Case for cutting NZD rates as weak retail data follows dismal employment data

New Zealand retail sales volumes fell unexpectedly in the September quarter, another piece of data pointing to a mid-year weakening in the economy that has opened up the outside chance of a cut in interest rates.

Sales volumes, which strip out price movements, fell a seasonally adjusted 0.4 percent in the September quarter, well below market expectations for a 0.5 percent rise to follow the 1.3 percent increase in the June quarter.

The weak retail data follows figures last week showing an unexpected jump in the unemployment rate to a 13-1/2 year high in the September quarter.

Analysts said households were cautious with spending as modest wage rises and unemployment dent confidence, but for now their base case was the central bank would keep its cash rate at a record low of 2.5 percent, where it has been since April 2011.

“There’s a case for cutting rates, the question is whether or not the Reserve Bank can get over that line, given its worries about the Auckland housing market and worries about perhaps inflation coming out of Christchurch due to the rebuild,” said Deutsche Bank chief economist Darren Gibbs.

Overnight indexed swaps were showing the market had priced in a 28 percent chance of a rate cut by the Reserve Bank next month, more than double the odds they had priced in before the unemployment data last week.

The New Zealand dollar fell more than a quarter of a cent to $0.8155 before settling at $0.8160. Interest rate futures were up to 5 points higher.

The value of retail sales fell 0.8 percent in the third quarter. Sales grew 3.4 percent in Christchurch and 1.7 percent in main business center Auckland, offsetting weak demand in other centers.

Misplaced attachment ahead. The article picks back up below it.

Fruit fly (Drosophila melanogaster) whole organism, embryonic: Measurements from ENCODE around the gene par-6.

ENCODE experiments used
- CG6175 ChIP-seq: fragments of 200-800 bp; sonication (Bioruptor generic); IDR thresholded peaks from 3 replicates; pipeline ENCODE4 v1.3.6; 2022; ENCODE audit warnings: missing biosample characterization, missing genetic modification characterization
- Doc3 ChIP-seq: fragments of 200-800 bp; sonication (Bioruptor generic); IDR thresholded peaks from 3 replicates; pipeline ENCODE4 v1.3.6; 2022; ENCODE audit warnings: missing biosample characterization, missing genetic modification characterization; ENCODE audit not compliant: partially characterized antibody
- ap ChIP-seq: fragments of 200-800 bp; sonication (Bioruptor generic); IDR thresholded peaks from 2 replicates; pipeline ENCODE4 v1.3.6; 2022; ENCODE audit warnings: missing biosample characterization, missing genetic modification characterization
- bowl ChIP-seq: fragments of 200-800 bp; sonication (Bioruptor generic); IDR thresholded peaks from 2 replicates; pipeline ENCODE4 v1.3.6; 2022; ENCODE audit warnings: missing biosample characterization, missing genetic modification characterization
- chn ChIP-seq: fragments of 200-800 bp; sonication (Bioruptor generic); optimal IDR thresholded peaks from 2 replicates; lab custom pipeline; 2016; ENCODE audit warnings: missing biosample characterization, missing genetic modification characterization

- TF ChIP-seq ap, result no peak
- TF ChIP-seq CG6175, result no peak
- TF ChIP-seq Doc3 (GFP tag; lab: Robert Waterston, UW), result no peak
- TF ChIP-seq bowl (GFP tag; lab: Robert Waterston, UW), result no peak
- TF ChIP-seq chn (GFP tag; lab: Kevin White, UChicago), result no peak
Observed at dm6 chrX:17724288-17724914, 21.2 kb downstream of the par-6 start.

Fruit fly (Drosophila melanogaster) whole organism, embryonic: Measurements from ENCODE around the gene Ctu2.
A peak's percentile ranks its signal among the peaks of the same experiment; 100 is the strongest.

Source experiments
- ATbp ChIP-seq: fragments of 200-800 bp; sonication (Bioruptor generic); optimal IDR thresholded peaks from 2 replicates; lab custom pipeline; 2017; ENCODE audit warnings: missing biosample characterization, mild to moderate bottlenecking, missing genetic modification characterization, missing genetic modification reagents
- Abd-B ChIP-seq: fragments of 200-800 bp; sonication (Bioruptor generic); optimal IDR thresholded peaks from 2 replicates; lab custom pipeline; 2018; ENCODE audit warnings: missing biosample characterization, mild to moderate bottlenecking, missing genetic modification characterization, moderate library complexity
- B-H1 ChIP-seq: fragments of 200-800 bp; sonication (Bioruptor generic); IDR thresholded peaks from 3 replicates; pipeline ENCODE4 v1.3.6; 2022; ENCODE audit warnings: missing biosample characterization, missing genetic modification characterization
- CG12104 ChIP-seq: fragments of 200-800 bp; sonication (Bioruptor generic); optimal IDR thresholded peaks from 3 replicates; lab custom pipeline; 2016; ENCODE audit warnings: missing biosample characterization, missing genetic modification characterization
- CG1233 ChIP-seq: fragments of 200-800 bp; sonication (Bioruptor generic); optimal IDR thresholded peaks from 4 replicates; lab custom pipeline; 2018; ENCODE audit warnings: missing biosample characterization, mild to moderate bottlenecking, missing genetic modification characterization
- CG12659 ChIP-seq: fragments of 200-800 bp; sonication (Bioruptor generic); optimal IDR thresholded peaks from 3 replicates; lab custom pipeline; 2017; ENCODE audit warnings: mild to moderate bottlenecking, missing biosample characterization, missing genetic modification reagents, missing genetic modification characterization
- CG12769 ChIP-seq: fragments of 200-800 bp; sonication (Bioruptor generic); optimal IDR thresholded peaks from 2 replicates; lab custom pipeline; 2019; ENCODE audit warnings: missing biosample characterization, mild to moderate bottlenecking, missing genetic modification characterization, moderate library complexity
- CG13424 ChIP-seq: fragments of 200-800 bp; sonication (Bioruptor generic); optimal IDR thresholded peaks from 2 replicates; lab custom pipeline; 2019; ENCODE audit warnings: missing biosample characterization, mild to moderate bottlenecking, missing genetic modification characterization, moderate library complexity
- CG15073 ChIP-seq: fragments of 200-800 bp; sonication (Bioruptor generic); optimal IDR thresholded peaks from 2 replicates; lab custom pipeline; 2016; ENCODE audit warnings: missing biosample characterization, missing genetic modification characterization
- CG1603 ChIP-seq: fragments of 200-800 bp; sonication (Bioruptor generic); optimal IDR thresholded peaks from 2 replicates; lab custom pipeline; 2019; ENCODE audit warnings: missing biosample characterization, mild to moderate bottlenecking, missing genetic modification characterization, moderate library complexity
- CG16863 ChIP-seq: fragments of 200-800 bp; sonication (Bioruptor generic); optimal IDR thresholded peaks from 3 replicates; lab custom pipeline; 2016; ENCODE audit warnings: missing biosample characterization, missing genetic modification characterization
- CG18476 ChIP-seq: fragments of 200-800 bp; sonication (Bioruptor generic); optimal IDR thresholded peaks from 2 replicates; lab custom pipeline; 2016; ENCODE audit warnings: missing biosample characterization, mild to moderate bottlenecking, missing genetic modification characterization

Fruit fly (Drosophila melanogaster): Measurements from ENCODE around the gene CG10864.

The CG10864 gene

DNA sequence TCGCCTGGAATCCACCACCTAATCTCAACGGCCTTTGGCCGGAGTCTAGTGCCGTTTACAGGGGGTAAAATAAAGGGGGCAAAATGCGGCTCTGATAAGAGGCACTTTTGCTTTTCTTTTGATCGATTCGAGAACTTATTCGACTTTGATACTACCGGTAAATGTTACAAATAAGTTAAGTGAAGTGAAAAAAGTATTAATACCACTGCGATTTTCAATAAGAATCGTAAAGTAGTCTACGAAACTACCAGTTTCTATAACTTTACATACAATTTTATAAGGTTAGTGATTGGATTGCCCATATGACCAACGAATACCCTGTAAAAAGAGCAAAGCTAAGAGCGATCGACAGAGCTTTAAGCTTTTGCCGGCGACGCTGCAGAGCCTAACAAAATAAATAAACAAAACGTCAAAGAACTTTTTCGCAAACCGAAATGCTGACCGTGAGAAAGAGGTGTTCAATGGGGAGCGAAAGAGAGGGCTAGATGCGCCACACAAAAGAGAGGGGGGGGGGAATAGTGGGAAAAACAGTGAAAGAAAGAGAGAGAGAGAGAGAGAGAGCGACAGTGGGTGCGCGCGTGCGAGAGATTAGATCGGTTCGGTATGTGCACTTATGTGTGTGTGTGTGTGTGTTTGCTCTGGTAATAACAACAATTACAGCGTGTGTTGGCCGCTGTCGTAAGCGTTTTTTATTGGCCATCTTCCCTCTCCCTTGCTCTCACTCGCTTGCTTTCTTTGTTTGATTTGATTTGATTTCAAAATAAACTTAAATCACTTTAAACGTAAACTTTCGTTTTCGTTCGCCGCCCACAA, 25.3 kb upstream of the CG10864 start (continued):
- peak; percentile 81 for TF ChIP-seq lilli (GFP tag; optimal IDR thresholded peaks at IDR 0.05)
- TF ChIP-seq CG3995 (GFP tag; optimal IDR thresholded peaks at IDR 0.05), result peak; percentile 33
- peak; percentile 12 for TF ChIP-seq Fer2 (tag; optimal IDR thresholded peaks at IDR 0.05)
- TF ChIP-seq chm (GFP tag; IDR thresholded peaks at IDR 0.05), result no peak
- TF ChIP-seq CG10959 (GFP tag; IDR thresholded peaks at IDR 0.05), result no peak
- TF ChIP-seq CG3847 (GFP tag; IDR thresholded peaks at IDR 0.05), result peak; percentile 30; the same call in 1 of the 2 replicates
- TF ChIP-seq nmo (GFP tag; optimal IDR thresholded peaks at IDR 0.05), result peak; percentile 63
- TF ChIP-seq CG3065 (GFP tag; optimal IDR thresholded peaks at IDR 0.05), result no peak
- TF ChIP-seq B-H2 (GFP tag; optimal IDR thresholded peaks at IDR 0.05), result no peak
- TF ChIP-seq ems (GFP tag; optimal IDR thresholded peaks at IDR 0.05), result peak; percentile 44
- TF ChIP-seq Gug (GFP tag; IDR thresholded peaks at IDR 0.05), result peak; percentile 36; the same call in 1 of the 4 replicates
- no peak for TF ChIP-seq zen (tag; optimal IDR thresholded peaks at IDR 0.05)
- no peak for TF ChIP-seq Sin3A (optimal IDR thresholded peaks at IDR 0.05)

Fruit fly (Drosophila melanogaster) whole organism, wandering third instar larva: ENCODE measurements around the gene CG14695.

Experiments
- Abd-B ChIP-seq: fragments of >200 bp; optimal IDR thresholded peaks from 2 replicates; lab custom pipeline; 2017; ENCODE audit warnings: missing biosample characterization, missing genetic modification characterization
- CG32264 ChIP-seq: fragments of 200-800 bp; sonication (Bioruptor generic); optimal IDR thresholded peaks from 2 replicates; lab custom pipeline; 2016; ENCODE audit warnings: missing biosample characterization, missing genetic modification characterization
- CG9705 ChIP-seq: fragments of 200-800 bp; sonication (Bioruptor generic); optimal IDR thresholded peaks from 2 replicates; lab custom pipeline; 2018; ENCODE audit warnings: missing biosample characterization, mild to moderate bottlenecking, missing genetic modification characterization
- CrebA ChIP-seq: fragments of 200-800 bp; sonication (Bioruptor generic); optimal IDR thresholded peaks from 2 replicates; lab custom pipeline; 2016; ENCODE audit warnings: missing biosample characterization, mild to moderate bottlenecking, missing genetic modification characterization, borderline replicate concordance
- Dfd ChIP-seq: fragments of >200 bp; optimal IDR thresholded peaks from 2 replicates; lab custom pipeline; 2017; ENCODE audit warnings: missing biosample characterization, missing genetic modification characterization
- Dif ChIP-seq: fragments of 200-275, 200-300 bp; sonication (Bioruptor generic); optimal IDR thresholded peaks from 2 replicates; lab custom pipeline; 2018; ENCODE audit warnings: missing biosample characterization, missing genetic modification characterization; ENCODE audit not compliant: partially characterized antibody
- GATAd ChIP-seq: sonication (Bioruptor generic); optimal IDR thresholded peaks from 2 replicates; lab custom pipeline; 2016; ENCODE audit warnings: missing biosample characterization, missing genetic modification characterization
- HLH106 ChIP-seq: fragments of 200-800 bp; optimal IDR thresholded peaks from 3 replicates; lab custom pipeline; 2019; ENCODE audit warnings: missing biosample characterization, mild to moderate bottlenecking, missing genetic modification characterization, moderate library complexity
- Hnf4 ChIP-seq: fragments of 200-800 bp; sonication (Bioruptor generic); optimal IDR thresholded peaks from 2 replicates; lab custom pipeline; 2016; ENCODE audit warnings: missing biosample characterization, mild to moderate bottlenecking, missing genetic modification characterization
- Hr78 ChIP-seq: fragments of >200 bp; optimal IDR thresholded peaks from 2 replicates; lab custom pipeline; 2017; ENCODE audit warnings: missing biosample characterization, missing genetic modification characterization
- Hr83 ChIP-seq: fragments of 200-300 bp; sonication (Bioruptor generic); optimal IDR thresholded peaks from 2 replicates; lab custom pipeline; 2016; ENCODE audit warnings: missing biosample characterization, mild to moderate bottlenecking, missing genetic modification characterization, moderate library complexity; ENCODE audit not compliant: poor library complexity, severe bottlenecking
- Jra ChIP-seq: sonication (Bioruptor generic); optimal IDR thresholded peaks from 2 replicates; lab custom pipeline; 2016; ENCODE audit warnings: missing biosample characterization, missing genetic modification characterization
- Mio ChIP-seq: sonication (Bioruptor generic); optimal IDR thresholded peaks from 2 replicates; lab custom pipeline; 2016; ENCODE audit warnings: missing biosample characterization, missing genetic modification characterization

Sales volumes were dragged lower by falls in accommodation, recreational goods, supermarket and grocery stores, food, vehicle and fuel.

That offset stronger demand for hardware and building supplies in Christchurch, which was damaged by earthquakes in 2010 and 2011.

Analysts expect the economy to gather momentum next year, when the $16 billion rebuilding of Christchurch picks up, and that could put pressure on prices, which underpins their view that rates are most likely to stay on hold for now.

And in contrast to the weak activity data, house prices in key cities have risen, adding to inflation concerns.

“The odds of a cut are going up as a result of this, but I’m still inclined to think the hurdle is so high that it’s going to be pretty difficult to get to that point, but the market’s going to go that way,” UBS senior economist Robin Clements said.

Via – CNBC

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